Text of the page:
Most Sundays, we don’t notice a common theme through out all of our scriptures. It is usually a little bit of a challenge to see a common theme or thread that connects our, well in Easter, both New Testament readings, the Psalm, and the Gospel; but this fourth Sunday in Easter is always the Sunday of the Good Shepherd. Each year, we have a set of common texts about what that means.
In our Acts (2:42-47) text, we have an idealistic image of the early church, one where all the believers lived in unity together and no one was in need or want. They lived a life of fellowship. You might ask, what does that have to do with the other texts that all have to deal with the shepherd. I’ll get back to that in a moment.
Most of our sermon today is going to deal with Psalm 23, a very beloved Psalm, and the parable in John 10 (1-10). The parable of the shepherd, the gatekeeper, and the sheep.
The challenge with parables and metaphors is they leave a lot of wiggle room for interpretation and we always try to seek to understand where we find ourselves within that parable and that metaphor. The disciples were having a little bit of a struggle with this as well, so (Jesus the) Christ has to further explain it to them.
I want to spend today kind of breaking that down into the different pieces of that parable, the different roles, and what the significance in that is.
We have the shepherd, one who tends to, nurtures, [and] cares for the sheep.
We have the gatekeeper, whose job is to make sure that the sheep are safe and secure.
One of my colleagues suggested we add a sheep herding dog into the mix, the one that hears the voice of the shepherd and follows the commands in order to tend to and care for the sheep, getting them where they need to go for food and pasture.
Then, we also have the sheep, the one who knows their shepherd’s voice and follows their shepherd in and out of that gate.
We have the thieves and the bandits [who] seek to steal the sheep away.
We all know where we want to find ourselves in this parable. We all want to be the good shepherd, [and] maybe the gatekeeper. Often times we do not want to be associated with the sheep nd we really don’t want to be associated with those thieves and bandits.
But, the truth is as much as we are all saints, we also are all sinners; and like [in] many parables and metaphors, we are all the above.
We’re all shepherds. We all tend to, care for, and love our family [and] our friends. In our baptismal promises, we make promises to ‘shepherd’ our community [and] to live like that idealistic community in Acts where all are cared for and tended to.
We also all tend to play the gatekeeper, [that is] deciding who is and who is not worthy to enter into certain communities and spaces. Note that in his explanation Christ actually doesn’t refer to himself as the shepherd but as the gatekeeper (and gate), the one that gets to make that decision. However, we ourselves like to make those divisions.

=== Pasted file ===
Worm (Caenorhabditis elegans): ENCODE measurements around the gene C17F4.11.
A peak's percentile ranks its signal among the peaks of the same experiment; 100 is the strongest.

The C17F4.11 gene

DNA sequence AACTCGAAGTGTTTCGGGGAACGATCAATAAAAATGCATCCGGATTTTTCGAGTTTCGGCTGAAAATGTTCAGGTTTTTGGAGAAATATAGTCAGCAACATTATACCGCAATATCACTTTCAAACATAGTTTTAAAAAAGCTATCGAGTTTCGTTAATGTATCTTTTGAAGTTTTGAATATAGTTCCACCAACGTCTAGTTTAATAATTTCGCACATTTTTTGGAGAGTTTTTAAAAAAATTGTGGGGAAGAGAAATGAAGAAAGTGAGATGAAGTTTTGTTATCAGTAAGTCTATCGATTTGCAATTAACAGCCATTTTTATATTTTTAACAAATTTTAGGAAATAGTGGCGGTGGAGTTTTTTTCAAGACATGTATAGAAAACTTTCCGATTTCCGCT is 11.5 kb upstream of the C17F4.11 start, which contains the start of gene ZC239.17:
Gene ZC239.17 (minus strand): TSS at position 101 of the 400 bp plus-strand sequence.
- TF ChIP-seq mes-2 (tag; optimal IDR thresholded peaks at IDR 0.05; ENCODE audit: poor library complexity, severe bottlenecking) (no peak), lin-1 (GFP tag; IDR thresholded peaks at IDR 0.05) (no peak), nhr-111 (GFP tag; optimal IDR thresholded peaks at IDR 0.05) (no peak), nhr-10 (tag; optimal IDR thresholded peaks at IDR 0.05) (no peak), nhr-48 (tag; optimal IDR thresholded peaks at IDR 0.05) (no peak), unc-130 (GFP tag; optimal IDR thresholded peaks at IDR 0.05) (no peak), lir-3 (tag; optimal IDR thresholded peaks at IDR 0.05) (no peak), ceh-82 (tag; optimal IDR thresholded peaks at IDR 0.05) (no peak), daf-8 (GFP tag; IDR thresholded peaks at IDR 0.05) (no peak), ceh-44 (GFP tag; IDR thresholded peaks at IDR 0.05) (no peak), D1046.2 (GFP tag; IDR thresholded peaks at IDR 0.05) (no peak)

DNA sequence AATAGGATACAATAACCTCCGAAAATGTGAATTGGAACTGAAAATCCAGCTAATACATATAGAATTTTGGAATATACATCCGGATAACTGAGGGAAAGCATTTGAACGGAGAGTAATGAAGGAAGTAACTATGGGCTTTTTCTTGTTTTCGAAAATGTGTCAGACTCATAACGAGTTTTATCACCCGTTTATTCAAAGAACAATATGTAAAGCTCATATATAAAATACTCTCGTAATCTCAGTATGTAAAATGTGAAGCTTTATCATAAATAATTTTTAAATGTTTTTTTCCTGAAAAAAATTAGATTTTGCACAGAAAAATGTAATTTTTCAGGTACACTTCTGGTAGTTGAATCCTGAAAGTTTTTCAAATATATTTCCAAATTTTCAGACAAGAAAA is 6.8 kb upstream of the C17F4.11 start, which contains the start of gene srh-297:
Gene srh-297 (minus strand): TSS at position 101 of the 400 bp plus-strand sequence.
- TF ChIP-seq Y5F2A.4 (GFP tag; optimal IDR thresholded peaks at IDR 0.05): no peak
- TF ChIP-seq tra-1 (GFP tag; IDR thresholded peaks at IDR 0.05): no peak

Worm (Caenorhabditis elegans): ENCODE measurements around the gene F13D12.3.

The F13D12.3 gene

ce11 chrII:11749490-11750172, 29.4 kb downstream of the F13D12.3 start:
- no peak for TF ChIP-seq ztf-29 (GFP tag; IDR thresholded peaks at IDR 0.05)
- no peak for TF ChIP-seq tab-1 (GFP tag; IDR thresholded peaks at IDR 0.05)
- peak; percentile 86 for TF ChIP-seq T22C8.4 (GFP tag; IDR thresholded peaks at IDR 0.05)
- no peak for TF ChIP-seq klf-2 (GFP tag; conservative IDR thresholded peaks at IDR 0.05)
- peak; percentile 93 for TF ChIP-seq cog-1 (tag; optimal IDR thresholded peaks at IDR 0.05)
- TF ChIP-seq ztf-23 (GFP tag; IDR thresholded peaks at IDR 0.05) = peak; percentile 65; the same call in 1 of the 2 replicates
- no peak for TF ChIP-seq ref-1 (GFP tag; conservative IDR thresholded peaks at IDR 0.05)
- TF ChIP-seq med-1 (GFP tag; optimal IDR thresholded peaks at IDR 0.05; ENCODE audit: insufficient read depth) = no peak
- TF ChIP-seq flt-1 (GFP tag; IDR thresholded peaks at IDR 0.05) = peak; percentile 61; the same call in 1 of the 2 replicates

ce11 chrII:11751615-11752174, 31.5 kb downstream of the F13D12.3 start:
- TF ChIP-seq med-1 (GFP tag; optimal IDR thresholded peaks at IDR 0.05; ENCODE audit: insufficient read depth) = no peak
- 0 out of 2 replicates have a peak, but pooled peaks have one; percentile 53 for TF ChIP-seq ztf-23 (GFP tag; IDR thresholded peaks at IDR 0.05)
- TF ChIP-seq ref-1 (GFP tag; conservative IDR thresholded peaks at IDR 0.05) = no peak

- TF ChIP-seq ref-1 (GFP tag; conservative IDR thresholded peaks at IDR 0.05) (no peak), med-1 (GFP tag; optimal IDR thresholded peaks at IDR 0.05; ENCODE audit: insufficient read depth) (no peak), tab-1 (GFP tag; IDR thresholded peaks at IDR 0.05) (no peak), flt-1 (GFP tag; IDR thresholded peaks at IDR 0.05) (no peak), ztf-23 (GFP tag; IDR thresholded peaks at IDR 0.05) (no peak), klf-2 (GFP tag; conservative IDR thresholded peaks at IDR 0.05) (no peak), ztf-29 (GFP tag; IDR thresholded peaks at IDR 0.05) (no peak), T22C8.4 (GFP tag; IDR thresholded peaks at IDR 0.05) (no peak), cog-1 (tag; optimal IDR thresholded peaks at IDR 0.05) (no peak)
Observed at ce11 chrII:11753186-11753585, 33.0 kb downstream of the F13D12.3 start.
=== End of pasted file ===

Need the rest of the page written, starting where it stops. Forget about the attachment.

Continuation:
We all do not want to be associated with the sheep. I remember when I was interning at The Lutheran Church of the Good Shepherd in Olympia, [while] I was setting up a Facebook page for the youth group for the cover picture on the page I had a picture of lambs laying in pasture in Ireland; a beautiful, peaceful image. It wasn’t within a couple of hours that our office manager came up and informed me that I needed to change the picture on the Facebook page because “Although we are the church of the Good Shepherd, we’re NOT sheep.” There are plenty of references in the Bible of us as sheep. We don’t like that because we tend to think of sheep as unintelligent, as ones who follow blindly whoever is there to lead them; but, notice that the sheep are the ones that know their shepherd’s voice.
This post-resurrection Easter time, we see ourselves on a journey, similar to Lent but different. The first Sunday after Easter, Doubting Thomas, a journey of seeking to understand which leads us through areas of doubt. Last week was the Road to Emmaus, a text that spoke about our eyes and hearts being open. Today we have a text about hearing the shepherd, having our ears open to , listening to, and knowing the shepherd. [The] sheep know that the shepherd is the one that leads them beside the still waters, leads them to their rest, leads them to their restoration in mind, body, and soul. The sheep also know that the shepherd is the one that comforts them and is present with them in the darkest of the valleys. At times we’re all sheep and we would hope that we always hear and follow the voice of THE Good Shepherd.
We are all at times the thieves and bandits. The ones that try to lead the sheep astray, knowingly or unknowingly, by distracting them and ourselves from the message, the voice, and the mission of the Shepherd.
Psalm 23 ends with “surely goodness and mercy shall follow me all the days of my life and I will dwell in the house of the LORD forever”. The more accurate translation is “only goodness and mercy shall pursue me (chase me down) and I shall continually return to the LORD”. It is the Shepherd who leads us on that path back to the LORD.
So no matter where we find ourselves in this parable, we know that we are all the above.
I didn’t forget the sheep herding dog; at times, we are called to get the others back to their path as well.
No matter where we see ourselves in that: as the shepherd, as the gatekeeper, as the sheep herding dog, as the sheep, or as the thief and the bandit in this time, in this place, and in this moment…
May we all only have mercy and goodness pursue us.
May we all continually return to the path and the house of the LORD.
May we all be listening to, heeding, and obeying the voice of THE Good Shepherd. Amen.
The scriptures were Acts 2:42-47, Psalm 23, 1 Peter 2:19-25, and John 10:1-10.
The sermon was originally preached on May 7, 2017 at Gloria Dei (Kelso, WA).